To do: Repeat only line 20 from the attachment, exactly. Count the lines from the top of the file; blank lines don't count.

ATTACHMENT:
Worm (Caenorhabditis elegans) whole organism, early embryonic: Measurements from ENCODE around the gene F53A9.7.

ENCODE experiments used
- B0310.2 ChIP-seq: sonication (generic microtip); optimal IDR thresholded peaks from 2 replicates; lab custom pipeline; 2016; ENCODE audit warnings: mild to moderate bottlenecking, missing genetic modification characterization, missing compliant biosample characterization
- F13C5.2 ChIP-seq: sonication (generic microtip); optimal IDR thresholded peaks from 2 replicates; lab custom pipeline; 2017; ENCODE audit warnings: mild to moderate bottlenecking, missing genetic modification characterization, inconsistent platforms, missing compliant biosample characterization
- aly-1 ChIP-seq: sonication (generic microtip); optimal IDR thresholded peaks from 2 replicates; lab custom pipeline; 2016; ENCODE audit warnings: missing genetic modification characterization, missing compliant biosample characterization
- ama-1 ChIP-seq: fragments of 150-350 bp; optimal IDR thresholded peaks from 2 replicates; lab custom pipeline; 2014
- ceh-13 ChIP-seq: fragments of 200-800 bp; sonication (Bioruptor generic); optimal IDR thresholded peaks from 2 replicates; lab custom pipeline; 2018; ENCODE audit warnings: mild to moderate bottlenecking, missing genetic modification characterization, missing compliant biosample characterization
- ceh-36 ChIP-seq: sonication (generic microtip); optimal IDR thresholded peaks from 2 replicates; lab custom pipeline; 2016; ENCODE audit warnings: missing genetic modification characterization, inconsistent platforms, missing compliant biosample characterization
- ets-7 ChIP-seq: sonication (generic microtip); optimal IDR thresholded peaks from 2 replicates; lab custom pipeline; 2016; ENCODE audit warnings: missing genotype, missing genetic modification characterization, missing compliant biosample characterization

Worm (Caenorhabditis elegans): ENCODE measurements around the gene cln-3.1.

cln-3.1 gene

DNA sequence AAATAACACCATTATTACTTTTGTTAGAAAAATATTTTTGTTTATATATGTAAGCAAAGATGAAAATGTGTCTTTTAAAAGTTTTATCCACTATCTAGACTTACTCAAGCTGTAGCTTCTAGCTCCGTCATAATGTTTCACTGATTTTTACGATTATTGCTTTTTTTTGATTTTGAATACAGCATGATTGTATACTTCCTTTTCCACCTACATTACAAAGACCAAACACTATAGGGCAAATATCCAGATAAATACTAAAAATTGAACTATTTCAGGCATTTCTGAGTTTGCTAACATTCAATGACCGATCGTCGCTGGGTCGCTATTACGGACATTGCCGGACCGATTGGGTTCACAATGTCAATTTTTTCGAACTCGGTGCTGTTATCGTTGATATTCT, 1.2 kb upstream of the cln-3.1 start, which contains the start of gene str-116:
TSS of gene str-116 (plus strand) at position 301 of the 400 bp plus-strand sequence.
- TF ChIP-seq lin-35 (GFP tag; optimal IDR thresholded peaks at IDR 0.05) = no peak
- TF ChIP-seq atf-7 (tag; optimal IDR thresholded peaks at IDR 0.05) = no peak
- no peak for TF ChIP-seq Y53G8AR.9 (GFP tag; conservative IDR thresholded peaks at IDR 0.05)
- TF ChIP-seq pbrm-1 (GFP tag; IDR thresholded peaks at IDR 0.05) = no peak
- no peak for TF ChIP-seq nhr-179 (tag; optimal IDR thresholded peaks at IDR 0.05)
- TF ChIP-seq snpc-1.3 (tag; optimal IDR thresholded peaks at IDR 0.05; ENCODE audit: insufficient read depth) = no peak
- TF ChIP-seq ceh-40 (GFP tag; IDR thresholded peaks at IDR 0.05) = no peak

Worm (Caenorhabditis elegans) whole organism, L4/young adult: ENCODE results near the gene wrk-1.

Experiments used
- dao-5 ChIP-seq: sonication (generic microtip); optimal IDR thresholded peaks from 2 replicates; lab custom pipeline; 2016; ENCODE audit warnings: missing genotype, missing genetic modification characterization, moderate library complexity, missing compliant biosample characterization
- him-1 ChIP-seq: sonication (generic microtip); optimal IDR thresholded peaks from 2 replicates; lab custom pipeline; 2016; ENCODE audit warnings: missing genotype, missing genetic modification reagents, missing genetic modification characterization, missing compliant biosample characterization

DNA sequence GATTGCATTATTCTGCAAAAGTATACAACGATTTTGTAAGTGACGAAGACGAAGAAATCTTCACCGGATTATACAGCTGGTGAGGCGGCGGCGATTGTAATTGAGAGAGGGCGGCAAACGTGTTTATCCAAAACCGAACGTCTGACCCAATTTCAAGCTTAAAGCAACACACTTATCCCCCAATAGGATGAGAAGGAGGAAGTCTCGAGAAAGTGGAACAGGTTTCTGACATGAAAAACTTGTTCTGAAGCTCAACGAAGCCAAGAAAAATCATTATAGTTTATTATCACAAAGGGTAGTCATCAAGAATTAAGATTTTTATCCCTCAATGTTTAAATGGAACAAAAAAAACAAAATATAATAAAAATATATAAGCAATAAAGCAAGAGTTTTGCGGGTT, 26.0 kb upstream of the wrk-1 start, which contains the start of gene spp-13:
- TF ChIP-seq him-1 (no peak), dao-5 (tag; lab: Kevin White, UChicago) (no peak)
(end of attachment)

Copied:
- TF ChIP-seq ceh-40 (GFP tag; IDR thresholded peaks at IDR 0.05) = no peak